“After spending the past few years moving our musical room from bedroom to van to rehearsal studio and back again on a thrice-weekly basis, we have finally settled into a (so far) permanent home, inside some sort of pod in a disused steel factory with possible asbestos issues. However we are willing to ignore these for the convenience of not having to take apart all our gear after a mere three hours rehearsing. We’ve already befriended the Beetle restorer next door, and he’s offered the use of his cars for our next video, which is now provisionally titled ‘Herbie Goes Electro’.
It’s a small room, and we’ve just got our hands on a large PA system. We’ve had our hands on a very loud and very enthusiastic drummer for a number of years now, so tinnitus will surely soon be joining asbestos poisoning on our list of health concerns. But aside from those, we’ve settled in nicely to our new surroundings. It means we can now afford to write as a group rather than come up with ideas in our respective bedrooms, and can come and go as we please. We’ve tried to personalise it a bit with lamps and wall hangings and the like, but an accident involving a (borrowed) acoustic guitar and a brand new lamp that Arran bought has left us a little worried about fire safety. We’ve also outlawed smoking in the room, though this has led to a nasty accumulation of butts just outside the door.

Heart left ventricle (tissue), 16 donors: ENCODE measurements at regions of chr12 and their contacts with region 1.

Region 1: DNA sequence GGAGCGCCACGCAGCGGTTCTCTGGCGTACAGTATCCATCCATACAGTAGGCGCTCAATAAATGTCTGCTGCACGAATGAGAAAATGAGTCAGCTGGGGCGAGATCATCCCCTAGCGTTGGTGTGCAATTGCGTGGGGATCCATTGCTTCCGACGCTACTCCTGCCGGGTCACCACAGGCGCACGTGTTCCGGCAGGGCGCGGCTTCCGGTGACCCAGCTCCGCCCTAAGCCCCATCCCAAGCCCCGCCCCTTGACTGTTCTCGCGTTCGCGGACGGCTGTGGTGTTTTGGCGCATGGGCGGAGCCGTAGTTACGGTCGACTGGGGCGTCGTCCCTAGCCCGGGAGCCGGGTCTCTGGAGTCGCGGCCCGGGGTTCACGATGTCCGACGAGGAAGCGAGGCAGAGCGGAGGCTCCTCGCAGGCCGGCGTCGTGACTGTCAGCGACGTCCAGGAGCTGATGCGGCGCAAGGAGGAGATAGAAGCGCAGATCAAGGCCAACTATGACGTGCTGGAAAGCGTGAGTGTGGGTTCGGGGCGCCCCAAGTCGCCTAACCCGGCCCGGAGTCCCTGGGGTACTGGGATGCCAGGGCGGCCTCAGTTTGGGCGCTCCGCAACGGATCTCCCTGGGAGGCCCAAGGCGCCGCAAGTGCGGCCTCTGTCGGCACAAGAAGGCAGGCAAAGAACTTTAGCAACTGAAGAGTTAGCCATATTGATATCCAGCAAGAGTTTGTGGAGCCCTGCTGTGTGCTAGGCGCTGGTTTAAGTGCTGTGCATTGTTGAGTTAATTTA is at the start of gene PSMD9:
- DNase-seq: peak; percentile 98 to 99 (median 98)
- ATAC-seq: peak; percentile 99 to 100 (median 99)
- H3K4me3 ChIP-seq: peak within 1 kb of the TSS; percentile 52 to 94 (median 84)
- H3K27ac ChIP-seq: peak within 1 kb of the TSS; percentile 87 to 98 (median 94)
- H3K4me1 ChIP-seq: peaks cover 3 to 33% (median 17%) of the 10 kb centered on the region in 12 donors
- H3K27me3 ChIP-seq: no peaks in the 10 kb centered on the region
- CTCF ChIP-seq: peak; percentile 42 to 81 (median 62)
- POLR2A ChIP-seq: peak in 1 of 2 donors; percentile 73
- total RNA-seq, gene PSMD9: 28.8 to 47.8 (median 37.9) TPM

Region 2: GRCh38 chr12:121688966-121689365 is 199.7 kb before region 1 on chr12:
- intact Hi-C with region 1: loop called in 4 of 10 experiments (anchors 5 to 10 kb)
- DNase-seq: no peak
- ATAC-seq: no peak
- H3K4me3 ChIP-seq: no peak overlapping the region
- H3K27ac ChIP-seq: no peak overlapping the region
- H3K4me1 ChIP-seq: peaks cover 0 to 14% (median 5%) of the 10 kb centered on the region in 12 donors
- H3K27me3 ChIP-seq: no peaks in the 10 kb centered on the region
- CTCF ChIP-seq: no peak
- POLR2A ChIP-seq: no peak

Enough about health issues.
We’ve managed to gather around us quite a lot of equipment through various channels. Some pieces have been consciously lent to us. Others have been saved from the attics of disinterested former musicians. Still others we’re hoping the owners will have forgotten about by now. My personal favourite is the glockenspiel that the band gave Arran for her birthday, and which we bust out for acoustic performances. There has yet to be a song written which can’t be improved by the addition of a glockenspiel. Though we were assured of the soundproofedness of the studio when we moved in, we’ve discovered that a layer of rockwool is no protection against the curious sounds emanating from the other pod across the corridor. We never realised that the tin whistle had a role to play in the world of death metal, but it’s a strangely successful marriage. We’ll resist the temptation to add one to our own sound. For now.
The studio has already appeared in the video for ‘Let’s Light Fires’, the first single from our album, and was almost burnt the ground as a result. Considering we’ve named it the Dark Ark in homage to Lee Scratch Perry’s ill-fated Black Ark, that might have been a fitting, though a little premature, end.”
Dublin-based electronic pop act Dark Room Notes first appeared in 2007 with a single, ‘Love Like Nicotine’, and the EP Dead Start Program. Their debut album, We Love You Dark Matter, was recorded in London last summer, and is released this Friday April 10th on Gonzo Records. The band play The Academy 2, Dublin on Thursday April 9th, Auntie Annie’s in Belfast on May 22nd, Galway’s Roisin Dubh on May 23rd and Cyprus Avenue, Cork on May 24th. For more information – and to hear the lead single ‘Let’s Light Fires’ – go to www.myspace.com/darkroomnotesirelands.